Allen and Ginter cigarette card, ca. 1880s.

Lewis Ginter, who built the Jefferson Hotel and developed Ginter Park, was the inventor of the cigarette.  While it is true that Lewis Ginter, a Richmond transplant from New York, did make one of his fortunes in tobacco, he did not invent the machine rolled cigarette.That distinction belongs to Roanoke native James Albert Bonsack. What Lewis Ginter did invent, however, was something that today is very collectible.  He noted that the paper packets holding the early cigarettes often collapsed, crushing them.  So he created cardboard advertising cards to insert into the packets.  Seeing no need to let a marketing opportunity go to waste, he decided to use the cards to promote his products with decorative motifs.  So he designed images and stories to go along with them.  The cards had themes like the Tropics, Flags of all Nations, American Presidents, and beautiful women.  These Allen & Ginter cigarette cards, many of which featured sports popular at the time including baseball, were most likely the early inspiration for baseball cards, and can be found in antiques stores as well as online.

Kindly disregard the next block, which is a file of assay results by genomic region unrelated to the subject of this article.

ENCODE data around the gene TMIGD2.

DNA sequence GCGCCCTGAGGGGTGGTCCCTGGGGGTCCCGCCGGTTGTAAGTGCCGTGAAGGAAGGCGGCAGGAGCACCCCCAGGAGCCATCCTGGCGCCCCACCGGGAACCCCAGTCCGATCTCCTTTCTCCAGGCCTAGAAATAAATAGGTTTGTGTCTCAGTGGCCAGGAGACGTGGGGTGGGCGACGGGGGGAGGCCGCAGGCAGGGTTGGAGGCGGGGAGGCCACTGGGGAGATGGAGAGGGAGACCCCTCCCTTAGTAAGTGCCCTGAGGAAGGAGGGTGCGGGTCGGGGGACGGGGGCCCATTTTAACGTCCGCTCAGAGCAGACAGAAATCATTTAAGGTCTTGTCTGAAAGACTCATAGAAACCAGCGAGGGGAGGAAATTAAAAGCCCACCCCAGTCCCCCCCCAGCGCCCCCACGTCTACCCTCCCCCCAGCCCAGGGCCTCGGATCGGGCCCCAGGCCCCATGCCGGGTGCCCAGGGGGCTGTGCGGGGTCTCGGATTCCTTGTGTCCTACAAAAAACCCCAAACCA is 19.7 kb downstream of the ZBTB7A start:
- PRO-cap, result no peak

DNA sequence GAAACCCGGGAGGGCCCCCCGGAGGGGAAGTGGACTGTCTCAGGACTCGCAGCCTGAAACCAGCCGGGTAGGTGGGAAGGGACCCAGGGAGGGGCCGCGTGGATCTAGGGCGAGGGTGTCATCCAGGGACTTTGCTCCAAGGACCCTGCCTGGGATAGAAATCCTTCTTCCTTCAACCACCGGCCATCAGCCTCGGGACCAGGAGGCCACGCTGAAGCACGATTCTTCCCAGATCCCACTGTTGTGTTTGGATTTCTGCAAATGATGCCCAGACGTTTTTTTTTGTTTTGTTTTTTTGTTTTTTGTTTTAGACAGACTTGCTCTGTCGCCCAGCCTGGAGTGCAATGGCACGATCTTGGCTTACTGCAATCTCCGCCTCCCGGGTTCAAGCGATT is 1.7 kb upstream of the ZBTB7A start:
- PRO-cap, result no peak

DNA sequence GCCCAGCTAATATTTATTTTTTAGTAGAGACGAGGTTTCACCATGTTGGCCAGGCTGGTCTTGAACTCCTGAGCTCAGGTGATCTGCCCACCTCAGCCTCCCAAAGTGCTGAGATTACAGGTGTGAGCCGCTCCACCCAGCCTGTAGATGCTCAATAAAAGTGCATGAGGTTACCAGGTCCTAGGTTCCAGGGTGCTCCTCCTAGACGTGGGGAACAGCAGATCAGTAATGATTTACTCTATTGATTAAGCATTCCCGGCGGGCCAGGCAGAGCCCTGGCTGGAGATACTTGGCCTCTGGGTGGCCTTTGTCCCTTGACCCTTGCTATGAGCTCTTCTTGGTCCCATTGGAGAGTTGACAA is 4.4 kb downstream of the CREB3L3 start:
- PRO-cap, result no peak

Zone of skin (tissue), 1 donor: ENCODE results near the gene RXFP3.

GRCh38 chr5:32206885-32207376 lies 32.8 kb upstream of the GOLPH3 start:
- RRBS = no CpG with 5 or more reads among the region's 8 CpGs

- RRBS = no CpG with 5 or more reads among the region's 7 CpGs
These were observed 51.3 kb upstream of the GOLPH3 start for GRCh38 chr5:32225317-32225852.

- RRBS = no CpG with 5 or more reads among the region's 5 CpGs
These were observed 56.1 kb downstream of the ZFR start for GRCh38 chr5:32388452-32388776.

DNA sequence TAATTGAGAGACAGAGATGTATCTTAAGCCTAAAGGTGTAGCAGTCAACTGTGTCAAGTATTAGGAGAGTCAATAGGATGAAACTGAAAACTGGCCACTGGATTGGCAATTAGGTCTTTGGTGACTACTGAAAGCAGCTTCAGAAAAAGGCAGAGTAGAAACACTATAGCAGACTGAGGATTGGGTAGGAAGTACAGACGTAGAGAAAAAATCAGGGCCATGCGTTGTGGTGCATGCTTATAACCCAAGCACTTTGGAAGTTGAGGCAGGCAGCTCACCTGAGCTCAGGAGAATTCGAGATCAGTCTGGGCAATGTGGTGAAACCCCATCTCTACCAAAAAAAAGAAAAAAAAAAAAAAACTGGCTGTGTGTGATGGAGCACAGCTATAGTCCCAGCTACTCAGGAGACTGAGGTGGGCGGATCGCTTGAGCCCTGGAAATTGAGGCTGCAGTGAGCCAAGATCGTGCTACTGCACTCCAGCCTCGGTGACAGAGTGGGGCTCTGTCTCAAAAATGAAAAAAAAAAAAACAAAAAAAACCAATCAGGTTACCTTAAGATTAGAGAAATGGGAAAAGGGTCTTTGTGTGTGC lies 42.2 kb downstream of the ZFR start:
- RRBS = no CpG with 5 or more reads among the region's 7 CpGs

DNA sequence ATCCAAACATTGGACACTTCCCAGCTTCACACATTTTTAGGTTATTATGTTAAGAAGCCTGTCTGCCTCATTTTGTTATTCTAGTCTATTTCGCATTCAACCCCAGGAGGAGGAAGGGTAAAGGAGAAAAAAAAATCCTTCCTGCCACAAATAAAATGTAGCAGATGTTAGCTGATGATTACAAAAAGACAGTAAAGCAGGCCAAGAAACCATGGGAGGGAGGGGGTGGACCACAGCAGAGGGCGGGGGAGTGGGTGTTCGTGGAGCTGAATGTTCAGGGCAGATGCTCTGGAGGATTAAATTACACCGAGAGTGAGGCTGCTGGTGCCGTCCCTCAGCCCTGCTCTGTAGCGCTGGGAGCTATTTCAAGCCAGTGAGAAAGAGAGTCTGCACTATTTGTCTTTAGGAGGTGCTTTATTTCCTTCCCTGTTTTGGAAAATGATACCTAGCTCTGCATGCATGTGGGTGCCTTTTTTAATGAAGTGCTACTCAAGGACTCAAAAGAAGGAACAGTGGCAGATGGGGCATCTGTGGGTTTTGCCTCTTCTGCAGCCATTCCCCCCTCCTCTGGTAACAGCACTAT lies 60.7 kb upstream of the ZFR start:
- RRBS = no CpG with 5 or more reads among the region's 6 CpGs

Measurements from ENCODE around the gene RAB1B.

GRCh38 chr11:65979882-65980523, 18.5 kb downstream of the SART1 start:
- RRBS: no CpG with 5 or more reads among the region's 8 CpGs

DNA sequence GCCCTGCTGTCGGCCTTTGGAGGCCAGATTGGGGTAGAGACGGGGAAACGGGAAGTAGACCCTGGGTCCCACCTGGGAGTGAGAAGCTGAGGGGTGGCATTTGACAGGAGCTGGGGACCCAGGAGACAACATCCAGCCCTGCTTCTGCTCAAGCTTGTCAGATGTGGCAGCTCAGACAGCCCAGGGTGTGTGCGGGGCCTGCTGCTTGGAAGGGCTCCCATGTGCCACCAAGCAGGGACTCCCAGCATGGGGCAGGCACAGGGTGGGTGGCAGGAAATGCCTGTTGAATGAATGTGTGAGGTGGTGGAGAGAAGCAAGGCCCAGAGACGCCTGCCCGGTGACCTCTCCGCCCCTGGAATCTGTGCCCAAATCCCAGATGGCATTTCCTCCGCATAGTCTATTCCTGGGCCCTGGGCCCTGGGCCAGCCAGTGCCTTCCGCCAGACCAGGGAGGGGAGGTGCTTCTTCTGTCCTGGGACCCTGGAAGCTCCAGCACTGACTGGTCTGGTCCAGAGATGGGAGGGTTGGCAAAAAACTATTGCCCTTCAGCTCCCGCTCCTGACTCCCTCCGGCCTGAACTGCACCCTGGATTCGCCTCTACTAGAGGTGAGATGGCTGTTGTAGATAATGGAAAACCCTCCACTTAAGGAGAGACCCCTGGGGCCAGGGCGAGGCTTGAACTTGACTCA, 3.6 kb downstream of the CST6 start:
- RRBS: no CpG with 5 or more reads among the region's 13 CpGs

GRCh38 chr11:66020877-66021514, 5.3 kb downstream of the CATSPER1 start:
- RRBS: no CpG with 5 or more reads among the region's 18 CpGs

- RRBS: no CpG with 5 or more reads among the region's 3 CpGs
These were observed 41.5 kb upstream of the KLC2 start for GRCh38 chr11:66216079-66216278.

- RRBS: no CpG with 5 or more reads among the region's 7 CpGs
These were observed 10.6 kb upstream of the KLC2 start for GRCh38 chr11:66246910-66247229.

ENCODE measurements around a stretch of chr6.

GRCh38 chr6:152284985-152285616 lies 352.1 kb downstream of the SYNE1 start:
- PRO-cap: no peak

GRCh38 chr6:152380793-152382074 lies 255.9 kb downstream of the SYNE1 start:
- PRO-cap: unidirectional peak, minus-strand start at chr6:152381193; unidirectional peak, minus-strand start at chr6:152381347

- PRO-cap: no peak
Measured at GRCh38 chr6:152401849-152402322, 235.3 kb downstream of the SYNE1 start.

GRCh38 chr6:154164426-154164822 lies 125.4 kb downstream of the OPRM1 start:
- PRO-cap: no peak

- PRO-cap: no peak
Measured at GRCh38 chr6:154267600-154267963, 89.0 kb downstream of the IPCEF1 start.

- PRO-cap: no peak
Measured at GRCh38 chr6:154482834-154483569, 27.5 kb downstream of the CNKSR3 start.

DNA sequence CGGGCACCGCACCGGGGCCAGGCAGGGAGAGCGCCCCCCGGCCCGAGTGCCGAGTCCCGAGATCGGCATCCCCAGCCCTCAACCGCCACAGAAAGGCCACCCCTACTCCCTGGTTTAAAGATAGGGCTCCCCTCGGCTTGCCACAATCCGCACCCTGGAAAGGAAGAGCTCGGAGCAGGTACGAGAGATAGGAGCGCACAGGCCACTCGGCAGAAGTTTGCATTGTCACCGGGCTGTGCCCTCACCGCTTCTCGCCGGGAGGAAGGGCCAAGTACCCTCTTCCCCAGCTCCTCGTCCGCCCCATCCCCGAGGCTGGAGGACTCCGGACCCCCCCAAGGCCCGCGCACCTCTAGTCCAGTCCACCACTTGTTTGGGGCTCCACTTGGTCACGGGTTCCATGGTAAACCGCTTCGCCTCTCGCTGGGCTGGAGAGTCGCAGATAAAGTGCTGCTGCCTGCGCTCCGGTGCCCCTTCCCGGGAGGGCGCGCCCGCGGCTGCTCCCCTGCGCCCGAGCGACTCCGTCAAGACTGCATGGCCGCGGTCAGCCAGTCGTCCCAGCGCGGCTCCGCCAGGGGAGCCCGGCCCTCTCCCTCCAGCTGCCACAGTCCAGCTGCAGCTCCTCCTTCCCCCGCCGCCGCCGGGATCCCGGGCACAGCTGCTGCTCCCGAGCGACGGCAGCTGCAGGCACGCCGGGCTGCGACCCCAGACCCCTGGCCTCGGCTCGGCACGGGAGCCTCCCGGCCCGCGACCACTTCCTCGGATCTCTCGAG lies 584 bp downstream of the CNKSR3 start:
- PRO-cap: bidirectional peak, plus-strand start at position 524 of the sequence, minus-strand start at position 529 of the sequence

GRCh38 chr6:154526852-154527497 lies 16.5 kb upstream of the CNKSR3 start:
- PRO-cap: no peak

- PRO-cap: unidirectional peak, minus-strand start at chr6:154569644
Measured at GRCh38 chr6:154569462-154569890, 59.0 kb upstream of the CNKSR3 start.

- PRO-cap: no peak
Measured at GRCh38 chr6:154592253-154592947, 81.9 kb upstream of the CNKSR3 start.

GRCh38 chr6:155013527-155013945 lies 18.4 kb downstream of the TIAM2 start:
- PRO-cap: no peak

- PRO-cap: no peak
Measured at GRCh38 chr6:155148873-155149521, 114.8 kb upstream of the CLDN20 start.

Image of Richmond from the Richmond Progress periodical, 1870.

Like Rome, Richmond was built on seven hills.  This is an old myth that just won’t go away on its own.  No one is disputing that there are hills in Richmond.  If you travel around the city, you have no doubt realized that there are some serious inclines, as well as equally generous valleys (Shockoe Bottom).  This came to a discussion at city council in the 1930s, and they drafted an ordinance naming the original “seven” hills.  The reason the ordinance was never adopted is perhaps because they could not agree to disagree on which to include.  Because there are not or have not been seven hills.  If you count some of the former ones along with the current ones they are:

Chimborazo Hill
Church Hill
Council Chamber Hill
French Garden Hill
Fulton Hill
Gambles Hill
Libby Hill
Navy Hill